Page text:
ESPE Abstracts (2016) 86 P-P1-107

Bone Mineral Status in Children and Adolescents with Klinefelter Syndrome

Stefano Stagia, Perla Scalinia, Mariarosaria Di Tommasob, Francesco Chiarellic, Cristina Manonia, Maria Parpagnolia, Alberto Verrottid, Elisabetta Lapie, Sabrina Giglioe, Laura Dosae & Maurizio de Martinoa

aHealth Science Department, Anna Meyer Children’s University Hospital, University of Florence, Florence, Italy; bDepartment of Health Sciences, Careggi Hospital, University of Florence, Florence, Italy; cDepartment of Paediatrics, University of Chieti, Chieti, Italy; dDepartment of Paediatrics, University of L’Aquila, L’Aquila, Italy; eGenetics and Molecular Medicine Unit, Anna Meyer Children’s University Hospital, Florence, Italy

Background: Klinefelter syndrome (KS) has long-term consequences on bone health. However, studies regarding bone status and metabolism in childhood and adolescence are very rare.

Objective and hypotheses: The purpose of our study was to evaluate bone status and metabolism in a cohort of KS children and adolescents.

Method: This cross-sectional study involves 40 (mean age 13.7±3.8 years) KS children and adolescents and 80 age-matched healthy subjects. In patients and controls, we evaluated serum levels of ionised and total calcium, phosphate, total testosterone, luteinising hormone, follicle stimulating hormone, parathyroid hormone (PTH), 25-hydroxyvitamin D (25[OH]D), 1,25-dihydroxyvitamin D, osteocalcin, bone alkaline phosphatase, and urinary deoxypyridinoline concentrations. We also calculated the phalangeal amplitude-dependent speed of sound (AD-SoS) and the bone transmission time (BTT) z-scores.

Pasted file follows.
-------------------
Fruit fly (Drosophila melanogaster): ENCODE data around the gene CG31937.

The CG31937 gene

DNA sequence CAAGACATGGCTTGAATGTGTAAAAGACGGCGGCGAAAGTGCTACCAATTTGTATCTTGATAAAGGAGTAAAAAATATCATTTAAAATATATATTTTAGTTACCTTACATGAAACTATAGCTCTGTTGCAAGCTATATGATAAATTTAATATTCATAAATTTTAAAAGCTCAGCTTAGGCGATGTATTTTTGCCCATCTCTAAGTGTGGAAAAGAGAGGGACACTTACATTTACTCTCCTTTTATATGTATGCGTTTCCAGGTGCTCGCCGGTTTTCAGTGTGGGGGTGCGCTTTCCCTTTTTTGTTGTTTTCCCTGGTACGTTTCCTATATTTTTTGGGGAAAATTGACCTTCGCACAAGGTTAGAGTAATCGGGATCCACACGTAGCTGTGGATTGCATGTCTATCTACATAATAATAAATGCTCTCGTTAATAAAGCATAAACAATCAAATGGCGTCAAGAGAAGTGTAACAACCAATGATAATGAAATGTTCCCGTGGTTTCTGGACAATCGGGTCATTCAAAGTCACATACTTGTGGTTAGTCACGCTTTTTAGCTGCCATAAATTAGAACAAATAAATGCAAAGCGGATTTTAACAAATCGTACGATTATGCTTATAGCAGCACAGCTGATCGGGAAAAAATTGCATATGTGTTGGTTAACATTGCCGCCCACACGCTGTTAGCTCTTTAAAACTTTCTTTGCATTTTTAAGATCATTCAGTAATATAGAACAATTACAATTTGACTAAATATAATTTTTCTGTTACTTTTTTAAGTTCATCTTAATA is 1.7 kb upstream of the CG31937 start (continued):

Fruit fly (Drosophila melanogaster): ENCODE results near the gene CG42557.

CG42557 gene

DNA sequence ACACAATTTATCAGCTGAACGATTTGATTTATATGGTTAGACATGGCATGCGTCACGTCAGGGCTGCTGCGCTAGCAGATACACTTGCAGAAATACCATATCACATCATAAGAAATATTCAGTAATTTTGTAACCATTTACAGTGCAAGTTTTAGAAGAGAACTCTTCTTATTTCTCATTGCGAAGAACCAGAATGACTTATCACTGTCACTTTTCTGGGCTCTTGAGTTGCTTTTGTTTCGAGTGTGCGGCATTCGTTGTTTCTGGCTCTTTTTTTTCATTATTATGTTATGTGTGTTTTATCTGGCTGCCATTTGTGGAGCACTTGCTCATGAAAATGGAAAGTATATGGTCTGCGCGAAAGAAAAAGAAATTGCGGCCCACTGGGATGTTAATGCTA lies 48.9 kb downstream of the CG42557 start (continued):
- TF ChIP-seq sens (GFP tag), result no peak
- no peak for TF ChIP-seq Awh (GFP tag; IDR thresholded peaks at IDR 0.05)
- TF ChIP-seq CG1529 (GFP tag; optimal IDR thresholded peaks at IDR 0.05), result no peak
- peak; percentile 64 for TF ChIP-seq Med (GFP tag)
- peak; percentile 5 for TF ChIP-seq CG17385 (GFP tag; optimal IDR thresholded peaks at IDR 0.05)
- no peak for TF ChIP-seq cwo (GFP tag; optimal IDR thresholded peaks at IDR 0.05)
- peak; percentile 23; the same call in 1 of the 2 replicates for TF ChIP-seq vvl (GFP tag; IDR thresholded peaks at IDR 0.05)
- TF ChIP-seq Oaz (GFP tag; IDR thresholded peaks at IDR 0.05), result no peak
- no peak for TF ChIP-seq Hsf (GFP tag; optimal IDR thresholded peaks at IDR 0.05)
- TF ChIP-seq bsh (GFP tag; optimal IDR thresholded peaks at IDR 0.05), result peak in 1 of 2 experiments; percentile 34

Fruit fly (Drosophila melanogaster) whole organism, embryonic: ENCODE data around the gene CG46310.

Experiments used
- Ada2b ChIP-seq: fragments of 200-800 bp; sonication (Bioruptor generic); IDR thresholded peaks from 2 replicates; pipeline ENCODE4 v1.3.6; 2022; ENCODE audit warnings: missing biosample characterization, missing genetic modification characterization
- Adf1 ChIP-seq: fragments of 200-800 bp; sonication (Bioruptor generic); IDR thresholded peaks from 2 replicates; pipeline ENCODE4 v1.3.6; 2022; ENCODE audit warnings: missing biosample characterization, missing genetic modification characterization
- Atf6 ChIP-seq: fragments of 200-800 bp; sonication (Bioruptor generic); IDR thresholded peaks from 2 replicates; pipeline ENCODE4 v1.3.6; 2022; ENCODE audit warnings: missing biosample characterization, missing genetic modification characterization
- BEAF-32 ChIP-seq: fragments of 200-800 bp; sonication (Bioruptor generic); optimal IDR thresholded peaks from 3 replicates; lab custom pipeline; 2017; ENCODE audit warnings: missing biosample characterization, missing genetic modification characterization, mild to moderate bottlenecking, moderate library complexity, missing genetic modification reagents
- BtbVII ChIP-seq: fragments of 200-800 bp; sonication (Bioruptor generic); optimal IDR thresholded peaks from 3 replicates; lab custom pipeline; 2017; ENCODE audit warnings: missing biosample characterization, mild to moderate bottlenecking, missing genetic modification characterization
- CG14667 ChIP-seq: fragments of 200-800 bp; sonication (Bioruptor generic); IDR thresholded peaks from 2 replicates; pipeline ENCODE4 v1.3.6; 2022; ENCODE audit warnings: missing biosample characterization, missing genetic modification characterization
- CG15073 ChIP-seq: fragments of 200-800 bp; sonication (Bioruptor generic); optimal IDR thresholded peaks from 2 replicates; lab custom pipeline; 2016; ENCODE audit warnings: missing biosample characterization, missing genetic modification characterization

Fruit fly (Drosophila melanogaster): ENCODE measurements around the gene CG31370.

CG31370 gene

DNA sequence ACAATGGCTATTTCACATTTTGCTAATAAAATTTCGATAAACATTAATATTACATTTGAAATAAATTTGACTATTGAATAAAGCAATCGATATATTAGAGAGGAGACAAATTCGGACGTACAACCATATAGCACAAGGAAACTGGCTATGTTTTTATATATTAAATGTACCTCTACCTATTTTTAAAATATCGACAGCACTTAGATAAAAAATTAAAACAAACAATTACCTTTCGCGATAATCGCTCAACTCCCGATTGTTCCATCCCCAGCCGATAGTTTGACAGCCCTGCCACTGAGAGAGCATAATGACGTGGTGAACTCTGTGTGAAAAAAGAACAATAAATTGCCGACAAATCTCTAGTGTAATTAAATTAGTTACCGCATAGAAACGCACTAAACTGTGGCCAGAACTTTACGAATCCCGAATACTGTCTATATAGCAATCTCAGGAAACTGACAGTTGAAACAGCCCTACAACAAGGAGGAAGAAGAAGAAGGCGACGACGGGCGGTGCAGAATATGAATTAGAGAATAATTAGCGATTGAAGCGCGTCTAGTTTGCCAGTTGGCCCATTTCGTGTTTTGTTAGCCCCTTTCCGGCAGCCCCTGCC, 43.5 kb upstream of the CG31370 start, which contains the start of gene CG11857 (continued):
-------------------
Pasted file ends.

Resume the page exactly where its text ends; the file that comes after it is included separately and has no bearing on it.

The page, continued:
Results: KS children and adolescents showed a significantly reduced AD-SoS (P<0.005) and BTT (P<0.0005) z-scores than the controls. However, KS patients presented a significantly higher PTH (P<0.0001) and a significantly lower 25(OH)D (P<0.0001), osteocalcin (P<0.05), and bone alkaline phosphatase levels (P<0.005). Interestingly, these metabolic bone disorders were present already in prepubertal subjects. AD-SoS and BTT z-scores correlated negatively with PTH (P<0.005) and with age (P<0.0001) and positively with 25(OH)D levels (P<0.005). PTH correlated significantly with calcium (P<0.005), age (P<0.0001), LH (P<0.0001), FSH (P<0.0001), total testosterone (P<0.0001), vitamin D (P=0.04), and osteocalcin (P=0.002).

Conclusion: KS children and adolescents exhibit an impaired bone mineral status and metabolism with a frequent increase of PTH levels and a significant reduction of 25-OH-D and bone formation markers. Interestingly, this impairment is already evident in prepuberal KS patients, even if we showed a deterioration with LH and FSH increase and the reduction of testosterone.